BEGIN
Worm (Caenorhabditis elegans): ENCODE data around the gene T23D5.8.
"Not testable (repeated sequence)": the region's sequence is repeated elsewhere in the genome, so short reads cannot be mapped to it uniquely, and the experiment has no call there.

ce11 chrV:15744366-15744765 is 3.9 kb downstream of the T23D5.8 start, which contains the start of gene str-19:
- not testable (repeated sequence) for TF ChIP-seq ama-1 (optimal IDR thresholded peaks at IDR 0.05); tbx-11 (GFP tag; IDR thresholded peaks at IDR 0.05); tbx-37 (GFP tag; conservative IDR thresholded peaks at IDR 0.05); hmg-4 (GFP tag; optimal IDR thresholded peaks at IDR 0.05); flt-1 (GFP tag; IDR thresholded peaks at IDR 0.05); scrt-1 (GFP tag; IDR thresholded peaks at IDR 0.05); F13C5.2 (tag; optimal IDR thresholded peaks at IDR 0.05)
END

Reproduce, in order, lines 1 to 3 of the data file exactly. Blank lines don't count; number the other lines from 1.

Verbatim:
Worm (Caenorhabditis elegans): ENCODE data around the gene T23D5.8.
"Not testable (repeated sequence)": the region's sequence is repeated elsewhere in the genome, so short reads cannot be mapped to it uniquely, and the experiment has no call there.

ce11 chrV:15744366-15744765 is 3.9 kb downstream of the T23D5.8 start, which contains the start of gene str-19: